Air Ambulance Forced Landing: Fuel and Switch Errors Plus CRM Breakdown (Eaglemed King Air C90A N1551C)
On 14 February 2017 Beechcraft King Air C90A N1551C, an air ambulance operated by Eaglemed, was substantially damaged during a precautionary landing following a loss of power on one engine near Rattan, Oklahoma. The single pilot and two medical personnel aboard were uninjured.
The Accident Flight
The pilot, a 72-year-old male with 22000 flying hours total experience and 400 on type, was phoned at 0710 by the night shift pilot (who was rostered to be on duty to 1000) and asked to come in early to do a patient transfer flight from Idabel, Oklahoma to Paris, Texas. The US National Transportation Safety Board (NTSB) explain in their safety investigation report (issued 10 August 2020) that the aircraft departed McAlester, Oklahoma for Idabel at 0806, but don’t discuss the flight planning or pre-flight.
The pilot stated that the engine start and airplane power-up were normal. The engine ice vanes were lowered, and the de-icing system was activated as required for ground operations. The ice vanes were subsequently raised before takeoff.
Takeoff and climb out were routine, and he subsequently leveled off the airplane at 7,000 ft. mean sea level (msl). The air traffic controller informed him of “heavy rain showers” near the destination airport and he “put the ice vanes down.” Shortly afterward, the airplane experienced two “quick” electrical power fluctuation; “everything went away and then came back.” “Seconds later the entire [electrical] system failed.” Due to the associated loss of navigation capability while operating in instrument meteorological conditions, the pilot set a general course for better weather conditions based upon the preflight weather briefing.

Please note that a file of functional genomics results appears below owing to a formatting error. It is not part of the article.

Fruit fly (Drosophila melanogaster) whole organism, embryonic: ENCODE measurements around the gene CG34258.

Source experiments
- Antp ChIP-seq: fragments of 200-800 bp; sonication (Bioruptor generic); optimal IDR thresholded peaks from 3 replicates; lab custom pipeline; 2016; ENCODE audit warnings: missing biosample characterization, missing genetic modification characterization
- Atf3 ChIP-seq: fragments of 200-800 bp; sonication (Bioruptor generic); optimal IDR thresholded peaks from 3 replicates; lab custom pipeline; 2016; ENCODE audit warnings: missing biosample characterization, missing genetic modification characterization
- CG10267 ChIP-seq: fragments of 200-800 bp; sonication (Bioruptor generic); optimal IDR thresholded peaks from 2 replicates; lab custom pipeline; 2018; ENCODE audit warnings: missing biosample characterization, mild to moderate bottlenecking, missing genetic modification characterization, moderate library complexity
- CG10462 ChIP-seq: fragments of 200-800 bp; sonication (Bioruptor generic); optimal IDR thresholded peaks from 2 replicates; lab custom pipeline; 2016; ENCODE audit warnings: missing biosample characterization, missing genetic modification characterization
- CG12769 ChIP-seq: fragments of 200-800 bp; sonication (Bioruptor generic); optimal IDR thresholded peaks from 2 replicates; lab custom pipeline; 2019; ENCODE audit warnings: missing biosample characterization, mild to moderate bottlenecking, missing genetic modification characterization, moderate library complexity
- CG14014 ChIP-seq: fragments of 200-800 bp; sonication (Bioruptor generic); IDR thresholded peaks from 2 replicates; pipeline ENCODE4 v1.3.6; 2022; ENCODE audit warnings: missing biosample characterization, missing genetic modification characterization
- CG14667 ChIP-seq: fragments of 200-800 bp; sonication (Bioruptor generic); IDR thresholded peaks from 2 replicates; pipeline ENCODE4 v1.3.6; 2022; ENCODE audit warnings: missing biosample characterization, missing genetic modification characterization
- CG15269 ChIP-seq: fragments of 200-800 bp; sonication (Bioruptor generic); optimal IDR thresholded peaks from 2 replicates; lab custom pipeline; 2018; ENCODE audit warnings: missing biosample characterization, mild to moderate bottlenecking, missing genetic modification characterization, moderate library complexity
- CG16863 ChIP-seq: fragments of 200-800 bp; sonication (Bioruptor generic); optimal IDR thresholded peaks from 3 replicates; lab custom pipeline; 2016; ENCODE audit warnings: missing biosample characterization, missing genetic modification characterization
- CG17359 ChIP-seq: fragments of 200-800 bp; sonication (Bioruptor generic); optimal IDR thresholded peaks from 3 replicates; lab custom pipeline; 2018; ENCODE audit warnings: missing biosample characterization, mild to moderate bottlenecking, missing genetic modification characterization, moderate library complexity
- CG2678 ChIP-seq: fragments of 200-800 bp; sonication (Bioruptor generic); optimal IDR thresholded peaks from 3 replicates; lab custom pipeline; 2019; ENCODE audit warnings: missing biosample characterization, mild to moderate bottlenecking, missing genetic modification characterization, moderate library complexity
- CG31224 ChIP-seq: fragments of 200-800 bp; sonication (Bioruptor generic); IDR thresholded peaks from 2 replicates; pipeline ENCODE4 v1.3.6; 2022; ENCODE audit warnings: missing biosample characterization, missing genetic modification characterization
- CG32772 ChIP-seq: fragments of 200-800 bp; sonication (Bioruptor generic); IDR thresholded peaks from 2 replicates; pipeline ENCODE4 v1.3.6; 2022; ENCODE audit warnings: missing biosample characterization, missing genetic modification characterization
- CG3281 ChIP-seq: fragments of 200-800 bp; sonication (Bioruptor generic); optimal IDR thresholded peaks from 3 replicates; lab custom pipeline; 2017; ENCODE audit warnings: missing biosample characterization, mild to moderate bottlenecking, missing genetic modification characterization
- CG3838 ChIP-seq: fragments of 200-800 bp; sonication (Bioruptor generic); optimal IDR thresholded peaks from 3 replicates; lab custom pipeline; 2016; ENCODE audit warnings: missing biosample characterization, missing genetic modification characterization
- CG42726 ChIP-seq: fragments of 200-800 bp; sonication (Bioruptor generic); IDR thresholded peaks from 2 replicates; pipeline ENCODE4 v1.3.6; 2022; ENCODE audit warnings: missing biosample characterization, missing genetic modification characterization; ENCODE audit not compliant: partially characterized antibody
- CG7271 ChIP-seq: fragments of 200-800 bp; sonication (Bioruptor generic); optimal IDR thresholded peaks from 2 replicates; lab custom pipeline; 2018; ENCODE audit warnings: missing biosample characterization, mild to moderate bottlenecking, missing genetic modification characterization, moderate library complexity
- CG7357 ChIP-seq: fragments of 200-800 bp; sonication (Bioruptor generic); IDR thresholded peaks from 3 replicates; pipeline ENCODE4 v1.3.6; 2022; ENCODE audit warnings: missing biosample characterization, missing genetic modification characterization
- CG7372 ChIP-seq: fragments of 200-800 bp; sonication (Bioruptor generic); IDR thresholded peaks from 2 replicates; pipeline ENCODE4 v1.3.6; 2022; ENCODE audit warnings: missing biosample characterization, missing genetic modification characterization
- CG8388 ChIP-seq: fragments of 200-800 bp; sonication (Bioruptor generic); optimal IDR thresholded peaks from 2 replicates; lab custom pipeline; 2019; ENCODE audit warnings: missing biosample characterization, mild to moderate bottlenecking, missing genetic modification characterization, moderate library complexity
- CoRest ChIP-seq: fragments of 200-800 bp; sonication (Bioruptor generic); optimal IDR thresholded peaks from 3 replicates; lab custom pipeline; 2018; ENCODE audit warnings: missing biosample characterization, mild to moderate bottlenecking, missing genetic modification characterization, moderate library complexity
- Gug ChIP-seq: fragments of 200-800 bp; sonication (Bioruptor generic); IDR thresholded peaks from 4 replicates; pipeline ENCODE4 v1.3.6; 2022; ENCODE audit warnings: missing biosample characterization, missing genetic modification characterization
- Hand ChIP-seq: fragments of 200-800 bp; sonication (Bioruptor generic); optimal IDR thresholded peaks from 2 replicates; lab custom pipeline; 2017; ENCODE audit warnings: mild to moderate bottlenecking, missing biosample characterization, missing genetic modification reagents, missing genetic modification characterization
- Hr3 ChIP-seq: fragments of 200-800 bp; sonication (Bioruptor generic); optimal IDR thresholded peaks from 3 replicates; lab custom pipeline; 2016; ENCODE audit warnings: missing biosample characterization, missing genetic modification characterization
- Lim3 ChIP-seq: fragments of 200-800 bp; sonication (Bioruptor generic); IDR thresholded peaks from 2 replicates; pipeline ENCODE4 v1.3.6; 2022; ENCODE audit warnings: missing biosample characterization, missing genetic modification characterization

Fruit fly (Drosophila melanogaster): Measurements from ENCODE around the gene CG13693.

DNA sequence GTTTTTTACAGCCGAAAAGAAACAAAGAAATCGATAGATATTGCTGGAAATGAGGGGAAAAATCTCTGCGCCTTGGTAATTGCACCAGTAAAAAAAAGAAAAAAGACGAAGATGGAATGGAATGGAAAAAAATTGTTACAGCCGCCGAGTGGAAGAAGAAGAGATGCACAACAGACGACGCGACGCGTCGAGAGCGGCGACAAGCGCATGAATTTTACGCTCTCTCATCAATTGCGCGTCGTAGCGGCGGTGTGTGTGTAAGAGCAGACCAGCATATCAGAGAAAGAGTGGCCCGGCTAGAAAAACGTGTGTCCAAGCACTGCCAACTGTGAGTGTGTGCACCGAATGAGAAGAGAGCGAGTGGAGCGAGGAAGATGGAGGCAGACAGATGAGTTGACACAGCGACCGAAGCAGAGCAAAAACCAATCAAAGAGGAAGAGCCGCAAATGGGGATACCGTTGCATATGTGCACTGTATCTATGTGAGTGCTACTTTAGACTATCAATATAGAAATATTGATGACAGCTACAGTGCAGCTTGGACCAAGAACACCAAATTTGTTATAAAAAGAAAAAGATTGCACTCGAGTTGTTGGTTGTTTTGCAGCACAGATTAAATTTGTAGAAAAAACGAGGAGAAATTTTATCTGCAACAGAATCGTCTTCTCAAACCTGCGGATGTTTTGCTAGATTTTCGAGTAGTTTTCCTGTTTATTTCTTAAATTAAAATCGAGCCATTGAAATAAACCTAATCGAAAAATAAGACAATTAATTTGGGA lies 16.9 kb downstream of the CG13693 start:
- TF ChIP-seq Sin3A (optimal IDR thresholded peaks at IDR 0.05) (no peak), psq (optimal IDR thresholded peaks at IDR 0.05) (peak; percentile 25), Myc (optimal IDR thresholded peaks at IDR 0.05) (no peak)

During the attempt to find a suitable hole in the clouds to descend through under visual conditions, the left engine lost power. The pilot ultimately located a field through the cloud cover and executed a single engine precautionary landing [at 1145].
The nose landing gear collapsed, and the airplane sustained substantial damage to the right engine mount and firewall.
NTSB Safety Investigation
In post-accident examination:
The three-position Ignition and Engine Start/Starter Only switches on the cockpit instrument panel were in the ON position. The Engine Anti-Ice switches were in the ON position.
The left- and right-wing fuel tanks did not contain any visible fuel. The left nacelle fuel tank did not contain any visible fuel. The right nacelle fuel tank appeared to contain about one quart of fuel.
During interviews the pilot and medical crew described a remarkable lack of communication and coordination…
The pilot reported that the medical crew became apprehensive as the emergency transpired. On three occasions, as the pilot maneuvered the airplane attempting to locate a hole in the clouds to descend, the medical crew member in the co-pilot seat grabbed the control wheel to keep the pilot from banking the airplane. He subsequently relinquished the control wheel as directed by the pilot. The medical crew attempted to locate the airplane by using cellphones to coordinate with the operator’s operations center or by using the cellphone GPS capability. However, these efforts resulted in multiple course adjustments and ultimately failed to encounter visual meteorological conditions before fuel exhaustion on the left engine.
The medical personnel say pilot was “making some aggressive banks and turns”, being “unresponsive” and refused to turn around to McAlester, Oklahoma. The pilot accused the medical personnel of panicking, failure to divulge critical information (namely the loss of a phone signal), interference and violating FAR 91.11 (Prohibition on Interference with Crew Members). The pilot’s statement however did not explain how the emergency originally developed…
NTSB Safety Analysis